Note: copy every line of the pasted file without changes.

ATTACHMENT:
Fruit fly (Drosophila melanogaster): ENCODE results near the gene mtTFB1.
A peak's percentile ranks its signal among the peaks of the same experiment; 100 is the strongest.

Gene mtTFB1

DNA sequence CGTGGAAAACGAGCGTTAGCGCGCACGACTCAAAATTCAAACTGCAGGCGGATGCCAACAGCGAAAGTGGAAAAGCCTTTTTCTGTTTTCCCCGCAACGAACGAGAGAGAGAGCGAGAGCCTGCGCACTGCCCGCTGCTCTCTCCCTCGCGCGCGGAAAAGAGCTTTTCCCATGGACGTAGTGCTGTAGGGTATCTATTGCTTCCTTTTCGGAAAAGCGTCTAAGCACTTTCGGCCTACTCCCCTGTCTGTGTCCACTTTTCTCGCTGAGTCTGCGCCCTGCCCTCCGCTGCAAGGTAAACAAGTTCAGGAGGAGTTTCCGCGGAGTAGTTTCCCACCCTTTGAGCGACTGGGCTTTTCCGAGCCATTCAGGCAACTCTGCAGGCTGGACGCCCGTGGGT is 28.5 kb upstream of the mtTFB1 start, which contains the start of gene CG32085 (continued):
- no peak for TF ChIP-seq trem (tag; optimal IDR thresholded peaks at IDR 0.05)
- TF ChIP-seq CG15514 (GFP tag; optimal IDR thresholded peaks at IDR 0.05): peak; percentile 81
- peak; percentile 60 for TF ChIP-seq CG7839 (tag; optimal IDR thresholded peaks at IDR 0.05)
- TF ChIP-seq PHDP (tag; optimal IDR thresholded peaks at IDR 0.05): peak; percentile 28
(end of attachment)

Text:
Fruit fly (Drosophila melanogaster): ENCODE results near the gene mtTFB1.
A peak's percentile ranks its signal among the peaks of the same experiment; 100 is the strongest.

Gene mtTFB1

DNA sequence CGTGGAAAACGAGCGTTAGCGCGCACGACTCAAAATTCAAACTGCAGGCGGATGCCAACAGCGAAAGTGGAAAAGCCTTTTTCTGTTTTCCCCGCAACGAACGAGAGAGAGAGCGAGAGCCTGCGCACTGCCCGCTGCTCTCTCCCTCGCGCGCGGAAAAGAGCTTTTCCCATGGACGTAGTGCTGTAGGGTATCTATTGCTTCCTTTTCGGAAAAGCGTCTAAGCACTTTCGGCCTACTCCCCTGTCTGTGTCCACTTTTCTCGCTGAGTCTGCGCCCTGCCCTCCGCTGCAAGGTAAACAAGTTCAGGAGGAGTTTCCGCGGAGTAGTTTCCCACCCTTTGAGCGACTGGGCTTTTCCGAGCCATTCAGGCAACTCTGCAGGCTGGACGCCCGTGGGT is 28.5 kb upstream of the mtTFB1 start, which contains the start of gene CG32085 (continued):
- no peak for TF ChIP-seq trem (tag; optimal IDR thresholded peaks at IDR 0.05)
- TF ChIP-seq CG15514 (GFP tag; optimal IDR thresholded peaks at IDR 0.05): peak; percentile 81
- peak; percentile 60 for TF ChIP-seq CG7839 (tag; optimal IDR thresholded peaks at IDR 0.05)
- TF ChIP-seq PHDP (tag; optimal IDR thresholded peaks at IDR 0.05): peak; percentile 28